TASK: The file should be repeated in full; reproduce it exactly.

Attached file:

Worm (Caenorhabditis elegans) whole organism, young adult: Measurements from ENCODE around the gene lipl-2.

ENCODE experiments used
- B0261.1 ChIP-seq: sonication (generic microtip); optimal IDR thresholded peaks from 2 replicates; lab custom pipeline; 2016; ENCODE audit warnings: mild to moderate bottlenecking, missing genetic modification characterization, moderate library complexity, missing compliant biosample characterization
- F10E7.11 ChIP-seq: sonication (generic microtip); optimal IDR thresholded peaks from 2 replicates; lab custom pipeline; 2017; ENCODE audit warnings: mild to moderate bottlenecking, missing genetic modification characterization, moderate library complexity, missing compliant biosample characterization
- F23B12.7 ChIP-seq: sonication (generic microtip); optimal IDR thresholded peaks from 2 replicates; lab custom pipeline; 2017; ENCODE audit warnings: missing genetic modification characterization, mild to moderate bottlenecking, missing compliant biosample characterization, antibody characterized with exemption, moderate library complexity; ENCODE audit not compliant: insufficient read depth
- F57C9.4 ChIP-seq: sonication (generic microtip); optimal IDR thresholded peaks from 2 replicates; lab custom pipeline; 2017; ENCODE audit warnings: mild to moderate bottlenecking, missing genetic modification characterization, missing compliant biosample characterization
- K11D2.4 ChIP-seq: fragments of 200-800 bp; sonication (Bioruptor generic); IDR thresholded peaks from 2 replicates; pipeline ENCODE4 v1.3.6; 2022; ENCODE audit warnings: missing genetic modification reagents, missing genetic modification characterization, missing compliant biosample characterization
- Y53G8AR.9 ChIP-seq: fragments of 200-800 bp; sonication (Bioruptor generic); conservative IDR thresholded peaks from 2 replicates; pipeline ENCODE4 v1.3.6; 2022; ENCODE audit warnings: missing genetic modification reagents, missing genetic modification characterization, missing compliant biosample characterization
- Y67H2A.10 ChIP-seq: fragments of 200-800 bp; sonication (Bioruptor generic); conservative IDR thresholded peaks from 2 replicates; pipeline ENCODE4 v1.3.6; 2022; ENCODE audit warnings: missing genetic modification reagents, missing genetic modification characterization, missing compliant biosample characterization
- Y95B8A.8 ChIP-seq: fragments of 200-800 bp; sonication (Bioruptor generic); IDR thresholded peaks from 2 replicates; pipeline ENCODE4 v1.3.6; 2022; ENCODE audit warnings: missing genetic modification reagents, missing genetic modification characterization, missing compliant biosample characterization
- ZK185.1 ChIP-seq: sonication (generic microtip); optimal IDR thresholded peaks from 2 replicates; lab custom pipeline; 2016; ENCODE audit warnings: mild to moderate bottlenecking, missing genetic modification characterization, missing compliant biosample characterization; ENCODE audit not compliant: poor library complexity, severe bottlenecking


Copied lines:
Worm (Caenorhabditis elegans) whole organism, young adult: Measurements from ENCODE around the gene lipl-2.

ENCODE experiments used
- B0261.1 ChIP-seq: sonication (generic microtip); optimal IDR thresholded peaks from 2 replicates; lab custom pipeline; 2016; ENCODE audit warnings: mild to moderate bottlenecking, missing genetic modification characterization, moderate library complexity, missing compliant biosample characterization
- F10E7.11 ChIP-seq: sonication (generic microtip); optimal IDR thresholded peaks from 2 replicates; lab custom pipeline; 2017; ENCODE audit warnings: mild to moderate bottlenecking, missing genetic modification characterization, moderate library complexity, missing compliant biosample characterization
- F23B12.7 ChIP-seq: sonication (generic microtip); optimal IDR thresholded peaks from 2 replicates; lab custom pipeline; 2017; ENCODE audit warnings: missing genetic modification characterization, mild to moderate bottlenecking, missing compliant biosample characterization, antibody characterized with exemption, moderate library complexity; ENCODE audit not compliant: insufficient read depth
- F57C9.4 ChIP-seq: sonication (generic microtip); optimal IDR thresholded peaks from 2 replicates; lab custom pipeline; 2017; ENCODE audit warnings: mild to moderate bottlenecking, missing genetic modification characterization, missing compliant biosample characterization
- K11D2.4 ChIP-seq: fragments of 200-800 bp; sonication (Bioruptor generic); IDR thresholded peaks from 2 replicates; pipeline ENCODE4 v1.3.6; 2022; ENCODE audit warnings: missing genetic modification reagents, missing genetic modification characterization, missing compliant biosample characterization
- Y53G8AR.9 ChIP-seq: fragments of 200-800 bp; sonication (Bioruptor generic); conservative IDR thresholded peaks from 2 replicates; pipeline ENCODE4 v1.3.6; 2022; ENCODE audit warnings: missing genetic modification reagents, missing genetic modification characterization, missing compliant biosample characterization
- Y67H2A.10 ChIP-seq: fragments of 200-800 bp; sonication (Bioruptor generic); conservative IDR thresholded peaks from 2 replicates; pipeline ENCODE4 v1.3.6; 2022; ENCODE audit warnings: missing genetic modification reagents, missing genetic modification characterization, missing compliant biosample characterization
- Y95B8A.8 ChIP-seq: fragments of 200-800 bp; sonication (Bioruptor generic); IDR thresholded peaks from 2 replicates; pipeline ENCODE4 v1.3.6; 2022; ENCODE audit warnings: missing genetic modification reagents, missing genetic modification characterization, missing compliant biosample characterization
- ZK185.1 ChIP-seq: sonication (generic microtip); optimal IDR thresholded peaks from 2 replicates; lab custom pipeline; 2016; ENCODE audit warnings: mild to moderate bottlenecking, missing genetic modification characterization, missing compliant biosample characterization; ENCODE audit not compliant: poor library complexity, severe bottlenecking